Mary, a highly accomplished engineer and self-made business owner in the US, has received yet another disrespectful email from her young engineers in Poland. She angrily thinks to herself, “I am the owner of this business and they are just driving me mad. Why do they challenge everything?” Mary has confidence that comes from her professional journey as an immigrant to the US with Central American roots. She knows how to assert herself, build credibility, and influence people in a new context. Despite her usual cool, she is baffled by these engineers. Mary’s challenge is unique for her but not unusual in global businesses. People from different cultures work and communicate differently. These differences can create misunderstandings, frustration, friction, lowering of morale, and loss of productivity. What can prepare engineers, managers, or business leaders for the cultural surprises inherent in international projects? What can they do to be ready for the challenges of global leadership?

The Challenges of International Leadership

While there isn’t a one-size-fits-all answer, leaders can systematically enhance their capacity to meet the challenges of international leadership. Most leaders have risen to their positions through expertise in a certain field (engineering, finance, sales, etc.), a strong work ethic, and assertiveness. These same traits, however, are often not sufficient, and sometimes they are even counterproductive, to leading across multiple countries which have different cultures, business behaviors, and workplace norms.

Step One: Understanding

The first step is to understand that what got you “here” in the US, will not get you “there” in your international career. This requires a willingness to explore success factors in global leadership that differ from successful traits that are typical for the US.

Step Two: Assessment

An excellent starting point to explore success factors in global leadership is to take an individual assessment on global management competencies. Not only will the results of such an assessment highlight strengths and blind spots, but it also will provide a tangible framework with which to describe what global leadership “is” and how to “do” more of it, and do it well. This could be a good start for Mary too.

Step Three: A Systematic, Longer-Term Approach

Of course, it is very good practice for organizations to take a systematic, longer-term approach to developing global leaders. An integrated approach connecting talent spotting, relevant global leadership development programs, and full alignment of global competency development with performance evaluation and promotion systems is ideal. And getting to this level of organizational practice does not happen overnight.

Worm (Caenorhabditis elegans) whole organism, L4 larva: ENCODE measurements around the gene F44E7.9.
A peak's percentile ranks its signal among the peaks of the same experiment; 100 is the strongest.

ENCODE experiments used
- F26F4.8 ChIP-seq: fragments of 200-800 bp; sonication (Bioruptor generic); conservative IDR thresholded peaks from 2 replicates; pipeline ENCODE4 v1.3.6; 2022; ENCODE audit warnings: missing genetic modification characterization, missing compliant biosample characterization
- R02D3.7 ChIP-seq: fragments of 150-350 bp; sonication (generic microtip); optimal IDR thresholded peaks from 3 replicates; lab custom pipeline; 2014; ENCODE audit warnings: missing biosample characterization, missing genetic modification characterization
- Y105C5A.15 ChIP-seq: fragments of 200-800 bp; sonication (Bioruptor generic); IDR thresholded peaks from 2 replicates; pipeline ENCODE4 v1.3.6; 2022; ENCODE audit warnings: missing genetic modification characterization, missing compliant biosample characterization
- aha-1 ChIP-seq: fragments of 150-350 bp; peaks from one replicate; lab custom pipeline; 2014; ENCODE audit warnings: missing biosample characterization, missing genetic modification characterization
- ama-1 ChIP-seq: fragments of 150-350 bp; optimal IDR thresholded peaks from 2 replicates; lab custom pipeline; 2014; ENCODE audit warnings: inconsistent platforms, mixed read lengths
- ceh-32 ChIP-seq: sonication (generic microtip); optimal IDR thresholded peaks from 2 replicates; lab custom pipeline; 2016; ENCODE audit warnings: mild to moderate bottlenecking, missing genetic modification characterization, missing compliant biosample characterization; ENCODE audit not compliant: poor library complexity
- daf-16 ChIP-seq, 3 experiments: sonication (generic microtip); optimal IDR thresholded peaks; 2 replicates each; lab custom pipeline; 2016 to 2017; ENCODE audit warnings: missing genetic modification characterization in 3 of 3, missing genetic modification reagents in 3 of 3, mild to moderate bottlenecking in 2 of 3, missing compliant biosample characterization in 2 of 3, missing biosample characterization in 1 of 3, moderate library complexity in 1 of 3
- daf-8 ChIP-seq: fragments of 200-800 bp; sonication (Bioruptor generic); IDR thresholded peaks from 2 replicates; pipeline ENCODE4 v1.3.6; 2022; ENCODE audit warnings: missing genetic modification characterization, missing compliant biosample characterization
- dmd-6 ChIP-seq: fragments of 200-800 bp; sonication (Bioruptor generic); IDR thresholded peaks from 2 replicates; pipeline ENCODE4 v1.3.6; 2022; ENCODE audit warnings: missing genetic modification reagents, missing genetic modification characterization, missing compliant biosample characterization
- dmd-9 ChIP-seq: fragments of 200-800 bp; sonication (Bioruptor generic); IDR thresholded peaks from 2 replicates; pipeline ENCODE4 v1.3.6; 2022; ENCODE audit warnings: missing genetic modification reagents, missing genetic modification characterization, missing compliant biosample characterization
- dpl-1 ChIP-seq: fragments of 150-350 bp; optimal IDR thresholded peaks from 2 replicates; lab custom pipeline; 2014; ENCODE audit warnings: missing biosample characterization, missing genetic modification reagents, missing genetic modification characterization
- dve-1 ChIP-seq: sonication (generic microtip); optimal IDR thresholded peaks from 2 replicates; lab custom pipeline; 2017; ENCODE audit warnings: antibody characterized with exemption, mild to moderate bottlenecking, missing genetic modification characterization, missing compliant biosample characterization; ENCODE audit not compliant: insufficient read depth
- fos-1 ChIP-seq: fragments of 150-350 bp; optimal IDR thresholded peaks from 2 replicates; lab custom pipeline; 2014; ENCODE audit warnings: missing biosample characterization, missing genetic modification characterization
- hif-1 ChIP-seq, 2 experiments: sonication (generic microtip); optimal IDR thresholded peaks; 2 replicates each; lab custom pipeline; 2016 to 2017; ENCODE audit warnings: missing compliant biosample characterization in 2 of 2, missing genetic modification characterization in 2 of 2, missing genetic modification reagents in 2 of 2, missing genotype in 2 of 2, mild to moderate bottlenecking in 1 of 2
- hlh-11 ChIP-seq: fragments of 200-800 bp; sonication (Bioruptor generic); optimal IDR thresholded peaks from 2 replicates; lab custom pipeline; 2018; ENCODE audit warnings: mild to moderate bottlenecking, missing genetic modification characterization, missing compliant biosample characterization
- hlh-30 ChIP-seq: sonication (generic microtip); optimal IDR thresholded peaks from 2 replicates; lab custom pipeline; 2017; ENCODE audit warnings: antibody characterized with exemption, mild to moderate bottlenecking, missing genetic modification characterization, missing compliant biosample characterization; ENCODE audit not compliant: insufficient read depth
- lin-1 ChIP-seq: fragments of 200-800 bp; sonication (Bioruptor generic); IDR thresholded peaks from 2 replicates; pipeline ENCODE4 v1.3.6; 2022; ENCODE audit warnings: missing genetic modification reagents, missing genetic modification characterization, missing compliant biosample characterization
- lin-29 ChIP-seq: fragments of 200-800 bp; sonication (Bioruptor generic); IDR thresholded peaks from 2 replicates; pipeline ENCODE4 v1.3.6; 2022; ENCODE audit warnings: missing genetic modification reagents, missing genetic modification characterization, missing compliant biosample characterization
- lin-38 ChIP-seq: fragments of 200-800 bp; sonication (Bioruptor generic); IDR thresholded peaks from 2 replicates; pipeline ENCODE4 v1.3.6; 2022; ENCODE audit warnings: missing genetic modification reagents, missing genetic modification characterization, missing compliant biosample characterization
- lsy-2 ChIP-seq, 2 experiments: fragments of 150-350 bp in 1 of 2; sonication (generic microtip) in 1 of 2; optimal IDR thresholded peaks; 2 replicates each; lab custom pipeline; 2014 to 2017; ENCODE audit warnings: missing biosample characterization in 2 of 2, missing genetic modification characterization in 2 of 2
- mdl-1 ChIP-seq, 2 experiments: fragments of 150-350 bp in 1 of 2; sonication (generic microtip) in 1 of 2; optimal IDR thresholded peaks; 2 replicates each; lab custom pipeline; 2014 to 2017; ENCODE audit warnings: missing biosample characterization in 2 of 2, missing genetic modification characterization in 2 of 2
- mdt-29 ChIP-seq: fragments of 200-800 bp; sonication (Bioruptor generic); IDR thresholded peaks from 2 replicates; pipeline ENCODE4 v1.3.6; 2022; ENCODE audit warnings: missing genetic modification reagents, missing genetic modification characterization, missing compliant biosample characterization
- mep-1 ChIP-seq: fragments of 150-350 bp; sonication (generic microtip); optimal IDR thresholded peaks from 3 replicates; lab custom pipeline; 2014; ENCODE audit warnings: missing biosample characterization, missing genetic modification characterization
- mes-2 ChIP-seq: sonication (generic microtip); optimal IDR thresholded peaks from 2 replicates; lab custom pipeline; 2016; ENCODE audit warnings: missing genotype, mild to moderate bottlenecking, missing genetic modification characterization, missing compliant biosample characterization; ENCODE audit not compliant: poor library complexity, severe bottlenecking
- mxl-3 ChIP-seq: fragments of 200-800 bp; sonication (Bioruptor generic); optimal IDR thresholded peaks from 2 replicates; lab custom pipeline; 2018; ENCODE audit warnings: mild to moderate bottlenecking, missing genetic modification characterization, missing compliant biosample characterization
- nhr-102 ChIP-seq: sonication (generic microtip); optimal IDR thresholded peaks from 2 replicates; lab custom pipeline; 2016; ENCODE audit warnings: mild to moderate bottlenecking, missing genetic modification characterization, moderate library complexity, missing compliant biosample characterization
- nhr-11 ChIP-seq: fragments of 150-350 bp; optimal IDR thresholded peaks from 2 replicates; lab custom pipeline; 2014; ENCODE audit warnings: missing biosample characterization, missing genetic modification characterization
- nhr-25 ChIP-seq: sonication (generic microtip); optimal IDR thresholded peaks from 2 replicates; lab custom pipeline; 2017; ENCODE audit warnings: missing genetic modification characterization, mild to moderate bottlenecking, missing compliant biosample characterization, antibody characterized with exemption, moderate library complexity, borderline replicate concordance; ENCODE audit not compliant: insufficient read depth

What the Research Has Shown

Research* has shown time and again that global leaders do not become accomplished in their roles just by “taking a class.” Training can play a useful role – but is frequently inefficient by itself (estimates suggest that only 10% of training expenditure transfer to performance on the job).** For higher performance, developing leaders need to be exposed to a range of feedback and support sources, increasingly more demanding real-life challenges, and opportunities to reflect and “make sense” of their experiences.

Solving Mary’s Dilemma Long Term

Meanwhile, for Mary, managing her team of engineers continues to be messy. Like Mary, many leaders find themselves confronted with challenges which need to be addressed “now” and “just-in-time” options are needed. There are two sides to this situation: Mary, in her role as a global leader, can benefit greatly from global executive coaching. This source of skilled individual support can lead to insights on how the Polish behavior is influenced by both cultural and generational factors in Poland. Mary can also gain a fuller insight into the role her own cultural and communication styles play in the overall dynamics. This opens doors to using a broader, more adaptive set of influencing strategies. In her coaching process, she will likely also discover that her young team in Poland actually needs support in strengthening their culture-crossing team-communication skills. This is the second side of the situation. Support can be provided through a tailored intercultural training on US-Polish interactions in Poland. Both sides can begin to move forward with a higher level of global competence.

Mary is now in a very good position to truly align the team by stepping back to re-set ground rules for the team and its members working with her so that they can fully perform as the smart engineering power-pack that they are.

Looking for global leadership development for your team? Contact us to discuss your goals.

*Osland, Bird, Oddu (2012), Global Leadership: Research, Practice and Development, 2nd ed., New York, NY: Routledge ** e.g. Grossman and Salas (2011), The transfer of training: what really matters, in: International Journal of Training and Development, vol. 15 (2), pp. 103-120